Two common Big Agriculture production practices -- feeding antibiotics to livestock and spraying herbicides on conventional crops -- each face condemnation from the environmental community. And there's been plenty of new fodder in the last week: One study predicted that antibiotic use in livestock will soar by two-thirds globally from 2010 to 2030, and another declared that Monsanto's popular Roundup herbicide is "probably carcinogenic to humans."
The latest research may merge the herbicide and antibiotic battle lines. The use of common herbicides, such as Roundup, Kamba and 2,4-D, according to a study published on Tuesday, may help drive antibiotic resistance.
Antibiotic-resistant infections take the lives of more than 23,000 Americans every year. The World Health Organization and the U.S. Centers for Disease Control and Prevention are among major groups warning of the dire threat posed to public health. Antibiotic resistance stemming from overuse in livestock also is the target of a bill re-introduced in Congress on Tuesday.
Environmental health advocates predict the use of herbicides will continue to rise as farmers plant more genetically modified seeds engineered to survive weedkillers. The U.S. Environmental Protection Agency recently approved Enlist seeds, which are designed for use with a mix of 2,4-D and glyphosate, the chief ingredient in Roundup.
In some cases, combinations of herbicides and antibiotics in the new study made bacteria more susceptible to antibiotics, or had no effect. But more often, it had the opposite effect. If the disease-causing bacteria -- E. coli and salmonella -- were exposed to high enough levels of herbicide, the researchers found that the microbes could survive up to six times more antibiotic than if they hadn't been exposed to herbicide. They studied five common classes of the drugs: ampicillin, chloramphenicol, ciprofloxacin, kanamycin and tetracycline.
"In a sense, the herbicide is 'immunizing' the bacteria to the antibiotic," said Jack Heinemann, lead author of the study and researcher at the University of Canterbury in New Zealand. He noted that the levels of herbicide tested in the study were above legal limits for residues on food, but lower than what's commonly applied to commercial crops.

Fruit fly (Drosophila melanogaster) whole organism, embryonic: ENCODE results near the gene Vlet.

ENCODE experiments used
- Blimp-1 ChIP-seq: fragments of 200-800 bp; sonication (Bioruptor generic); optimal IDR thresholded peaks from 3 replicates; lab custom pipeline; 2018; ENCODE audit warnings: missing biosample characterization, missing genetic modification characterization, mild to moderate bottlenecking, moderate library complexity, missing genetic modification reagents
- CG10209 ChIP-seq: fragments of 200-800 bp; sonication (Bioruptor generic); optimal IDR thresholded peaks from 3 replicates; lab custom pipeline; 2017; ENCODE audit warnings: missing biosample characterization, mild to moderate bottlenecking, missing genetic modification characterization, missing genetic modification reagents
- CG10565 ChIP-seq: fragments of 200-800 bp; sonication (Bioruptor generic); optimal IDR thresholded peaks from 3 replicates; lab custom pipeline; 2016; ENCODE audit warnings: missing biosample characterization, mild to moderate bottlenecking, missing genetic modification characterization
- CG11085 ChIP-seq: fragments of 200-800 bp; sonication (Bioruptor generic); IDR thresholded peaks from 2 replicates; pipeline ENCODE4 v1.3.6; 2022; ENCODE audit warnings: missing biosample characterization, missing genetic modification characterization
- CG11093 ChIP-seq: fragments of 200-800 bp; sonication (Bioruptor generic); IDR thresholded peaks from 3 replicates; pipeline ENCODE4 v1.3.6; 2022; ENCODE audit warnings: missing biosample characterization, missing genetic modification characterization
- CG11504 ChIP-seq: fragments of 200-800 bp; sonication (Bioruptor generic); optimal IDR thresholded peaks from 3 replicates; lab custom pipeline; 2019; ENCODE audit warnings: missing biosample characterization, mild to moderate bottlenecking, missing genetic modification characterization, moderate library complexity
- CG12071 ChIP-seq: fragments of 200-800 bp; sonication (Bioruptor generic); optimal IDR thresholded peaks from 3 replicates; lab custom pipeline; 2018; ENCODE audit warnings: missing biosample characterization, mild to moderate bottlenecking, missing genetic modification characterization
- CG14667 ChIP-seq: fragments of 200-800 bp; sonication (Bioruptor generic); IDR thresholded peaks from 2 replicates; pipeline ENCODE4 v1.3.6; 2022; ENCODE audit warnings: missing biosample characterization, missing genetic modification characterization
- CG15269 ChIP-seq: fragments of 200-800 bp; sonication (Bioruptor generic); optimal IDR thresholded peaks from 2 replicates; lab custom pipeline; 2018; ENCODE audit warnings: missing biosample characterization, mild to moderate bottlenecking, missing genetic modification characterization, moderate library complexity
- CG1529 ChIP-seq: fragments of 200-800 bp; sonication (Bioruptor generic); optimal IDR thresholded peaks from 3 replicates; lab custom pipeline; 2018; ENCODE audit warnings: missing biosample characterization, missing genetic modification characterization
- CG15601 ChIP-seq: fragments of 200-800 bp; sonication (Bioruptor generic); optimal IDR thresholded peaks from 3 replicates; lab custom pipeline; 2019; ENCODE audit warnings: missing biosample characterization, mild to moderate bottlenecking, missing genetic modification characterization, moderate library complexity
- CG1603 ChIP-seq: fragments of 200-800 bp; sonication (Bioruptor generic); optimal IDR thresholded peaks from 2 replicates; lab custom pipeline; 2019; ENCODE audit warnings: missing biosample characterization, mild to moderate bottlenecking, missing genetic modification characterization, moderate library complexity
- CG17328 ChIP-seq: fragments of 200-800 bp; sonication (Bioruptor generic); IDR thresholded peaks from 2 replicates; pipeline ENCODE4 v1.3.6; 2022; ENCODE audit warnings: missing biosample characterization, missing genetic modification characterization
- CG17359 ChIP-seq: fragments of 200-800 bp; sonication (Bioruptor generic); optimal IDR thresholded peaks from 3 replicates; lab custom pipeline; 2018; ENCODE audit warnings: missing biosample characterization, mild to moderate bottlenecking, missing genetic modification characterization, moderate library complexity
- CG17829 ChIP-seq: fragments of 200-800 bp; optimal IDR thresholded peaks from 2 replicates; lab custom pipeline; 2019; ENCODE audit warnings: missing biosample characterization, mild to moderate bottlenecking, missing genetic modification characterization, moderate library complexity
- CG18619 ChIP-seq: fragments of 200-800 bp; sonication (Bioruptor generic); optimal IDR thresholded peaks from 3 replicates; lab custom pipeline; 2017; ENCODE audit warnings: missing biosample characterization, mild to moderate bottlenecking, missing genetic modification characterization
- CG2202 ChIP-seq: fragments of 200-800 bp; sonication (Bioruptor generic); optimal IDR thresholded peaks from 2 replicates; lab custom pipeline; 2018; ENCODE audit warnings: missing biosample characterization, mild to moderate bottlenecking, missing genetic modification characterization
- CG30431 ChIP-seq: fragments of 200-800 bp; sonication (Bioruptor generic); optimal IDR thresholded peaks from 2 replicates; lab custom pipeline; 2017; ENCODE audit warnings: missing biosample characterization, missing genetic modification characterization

The new finding builds on emerging evidence that multiple environmental contaminants may play a role in the rise of antibiotic resistance. Swedish researchers reported in September that antibiotic residues and heavy metals in the environment -- even at "infinitesimally low" concentrations -- may team up to drive the growth of antibiotic resistance. In addition to metals potentially leaching into the environment from other industries, construction or health care facilities, some farmers use arsenic in animal feed and as a pesticide. Mercury can also contaminate fish meal, while copper is common in swine fodder.
"This could be an important contributor" to antibiotic resistance, Dan Andersson, lead author of that study and a microbiologist at Upsalla University in Sweden, told The Huffington Post in October.
Mark Silby, a biologist at the University of Massachusetts, Dartmouth, noted an "important parallel," between the heavy metal and herbicide studies. "Low-level antibiotics can be of considerable importance in the evolution of antibiotic resistance, by means which we may not be very good at anticipating," he said.
Most research in the past has looked at chemicals or other contaminants in isolation, rather than as the cocktail that typically lingers in the environment -- especially near farms -- and is enlisted in modern agricultural practices. Livestock feed, and the fields on which animals graze, may contain traces of antibiotics, herbicides and heavy metals.
Heinemann, too, emphasized that "combinations of exposures to what we think of as different kinds of chemicals can matter."
He also pointed to the core issue of the overuse of antibiotics in both medicine and agriculture. His team's study was published the same day that Rep. Louise Slaughter (D-N.Y.) re-introduced the Preservation of Antibiotics for Medical Treatment Act. The bill has the support of 50 city councils and more than 450 medical, consumer advocacy and public health groups.